In the following years, Xu set up the social campaign New Citizens Movement, a loose network of activists who met regularly to discuss rights issues and the country’s future. When Xi Jinping came to power in late 2012, Xu wrote an open letter, challenging him to implement constitutional democracy. Around then, the police stepped up their surveillance on him, frequently detaining him or putting him under house arrest .
Xu would end up paying dearly for his dream.
‘Someone has to pay a price’
After staging protests for equal rights for migrant children and demanding official transparency over private assets, Xu was arrested in July 2013 and jailed in January 2014 for “assembling a crowd to disrupt order in a public place.” He wept when his lawyer showed him a picture of his baby daughter, born two weeks before the sentencing.
Even after his release in 2017, he insisted on pushing his civil society initiatives – efforts that the court indictment called “subverting state power through advocating non-violent ‘colour revolution’.” After a gathering of about 20 lawyers and activists in Fujian province in December 2019, the authorities arrested more than half of the participants, including Ding. While hiding, Xu published an essay to urge Xi to resign over the coronavirus crisis and the Hong Kong pro-democracy protests. He was arrested in Guangzhou in February 2020 and along with Ding, were tried in June 2022 for “subversion of state power.”
Teng Biao (left), Yu Jiang (middle) and Xu Zhiyong (right) on their PhD graduation day at Peking University in 2002 Photograph: Teng Biao
Fellow activist Teng Biao said Xu’s strong conviction of democratic values, his advocacy for non-violent regime change and ability to attract supporters, are seen by the Communist party as “a huge threat.”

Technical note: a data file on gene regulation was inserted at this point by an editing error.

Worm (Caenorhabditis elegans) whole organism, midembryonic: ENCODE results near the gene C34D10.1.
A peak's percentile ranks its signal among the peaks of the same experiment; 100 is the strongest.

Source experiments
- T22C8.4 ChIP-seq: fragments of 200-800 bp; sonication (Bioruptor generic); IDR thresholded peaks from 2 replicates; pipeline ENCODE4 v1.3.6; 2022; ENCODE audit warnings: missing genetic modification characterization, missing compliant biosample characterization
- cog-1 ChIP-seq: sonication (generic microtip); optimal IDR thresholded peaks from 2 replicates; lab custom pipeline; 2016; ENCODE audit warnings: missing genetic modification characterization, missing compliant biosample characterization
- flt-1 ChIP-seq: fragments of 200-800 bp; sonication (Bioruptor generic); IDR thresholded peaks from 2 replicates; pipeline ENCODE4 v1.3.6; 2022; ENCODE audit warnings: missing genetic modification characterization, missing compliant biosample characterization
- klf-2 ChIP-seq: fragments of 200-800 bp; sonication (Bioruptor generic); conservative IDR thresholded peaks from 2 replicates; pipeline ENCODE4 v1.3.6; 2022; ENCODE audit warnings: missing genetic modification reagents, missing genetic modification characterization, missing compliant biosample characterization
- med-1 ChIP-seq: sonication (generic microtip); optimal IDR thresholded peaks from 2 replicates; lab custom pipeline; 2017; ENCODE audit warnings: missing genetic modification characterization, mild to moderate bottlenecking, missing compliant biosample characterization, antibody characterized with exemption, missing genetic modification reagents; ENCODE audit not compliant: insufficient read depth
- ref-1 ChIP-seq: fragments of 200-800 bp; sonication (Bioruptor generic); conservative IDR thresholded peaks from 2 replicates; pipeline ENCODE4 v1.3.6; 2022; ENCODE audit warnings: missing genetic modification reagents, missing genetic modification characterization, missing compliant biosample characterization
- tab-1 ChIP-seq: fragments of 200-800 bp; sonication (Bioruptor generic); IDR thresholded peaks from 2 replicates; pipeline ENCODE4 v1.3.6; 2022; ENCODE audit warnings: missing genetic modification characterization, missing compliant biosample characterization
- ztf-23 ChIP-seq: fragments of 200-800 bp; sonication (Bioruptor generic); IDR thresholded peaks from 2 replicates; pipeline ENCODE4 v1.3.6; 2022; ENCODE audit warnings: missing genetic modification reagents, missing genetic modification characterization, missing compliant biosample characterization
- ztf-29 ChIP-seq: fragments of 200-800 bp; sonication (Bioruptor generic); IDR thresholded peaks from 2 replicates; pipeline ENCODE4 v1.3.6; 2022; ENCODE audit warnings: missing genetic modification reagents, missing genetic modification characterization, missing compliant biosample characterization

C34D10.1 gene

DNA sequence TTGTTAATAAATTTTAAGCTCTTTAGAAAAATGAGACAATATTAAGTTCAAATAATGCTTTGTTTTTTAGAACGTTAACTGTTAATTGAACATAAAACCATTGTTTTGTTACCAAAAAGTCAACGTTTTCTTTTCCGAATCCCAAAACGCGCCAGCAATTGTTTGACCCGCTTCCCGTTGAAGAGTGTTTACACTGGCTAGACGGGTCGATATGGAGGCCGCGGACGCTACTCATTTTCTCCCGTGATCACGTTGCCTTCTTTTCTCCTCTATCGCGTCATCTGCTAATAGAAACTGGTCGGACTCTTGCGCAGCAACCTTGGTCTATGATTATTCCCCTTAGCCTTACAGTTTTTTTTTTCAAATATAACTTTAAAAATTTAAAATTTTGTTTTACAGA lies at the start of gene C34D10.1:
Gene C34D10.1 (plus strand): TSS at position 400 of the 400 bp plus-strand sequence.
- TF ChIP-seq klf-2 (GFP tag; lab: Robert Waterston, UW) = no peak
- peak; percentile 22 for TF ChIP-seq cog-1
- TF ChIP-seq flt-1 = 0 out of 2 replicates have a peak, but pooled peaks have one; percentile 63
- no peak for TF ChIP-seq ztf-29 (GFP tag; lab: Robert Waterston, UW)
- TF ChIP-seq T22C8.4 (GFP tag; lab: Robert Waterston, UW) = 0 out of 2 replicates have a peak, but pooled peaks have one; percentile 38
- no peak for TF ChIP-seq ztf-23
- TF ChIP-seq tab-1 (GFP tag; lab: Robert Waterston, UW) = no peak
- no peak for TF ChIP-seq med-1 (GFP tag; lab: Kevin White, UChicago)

“His determination and beliefs in freedom and democracy was directly opposite that of the Communist dictatorship,” Teng said.
William Nee, a researcher at US-based Chinese Human Rights Defenders, says Xu’s two-decade career is “a mirror that reflects the dampened hopes for what China could have been.”
The Communist party has reason to fear idealistic activists with a sense of mission — before it came to power in 1949, the underground Communist party grew quickly through networks of young intellectuals who swore to fight dictatorship under the Nationalist government.
Eva Pils, a law professor at King’s College London, says Xu and Ding’s harsh sentencing may not achieve its intended effect. Last November’s nationwide protests “must have reminded the [authorities] of the enduring potential of resistance to autocratic governance.”
“Chinese human rights defenders are a very resilient lot,” she said.
Xu’s will has certainly not been broken. In his self-defence, he wrote: “Dictatorship shall end, democracy shall come.” According to Teng, after his sentencing last Monday, he told the court: “Dawn will soon come.”
However, observers fear that the long sentence and harsh conditions of jails means Xu and Ding may never come out of jail alive.
Nobel Laureate Liu Xiaobo, who was sentenced to 11 years, died in jail in 2017. But Xu has always said he was aware of the heavy cost of his dream.
“I think it’s glorious to sacrifice for the sake of social progress and fighting injustice.” he said under house arrest in a phone interview in 2012. “For the world to become a better place, someone has to pay a price.”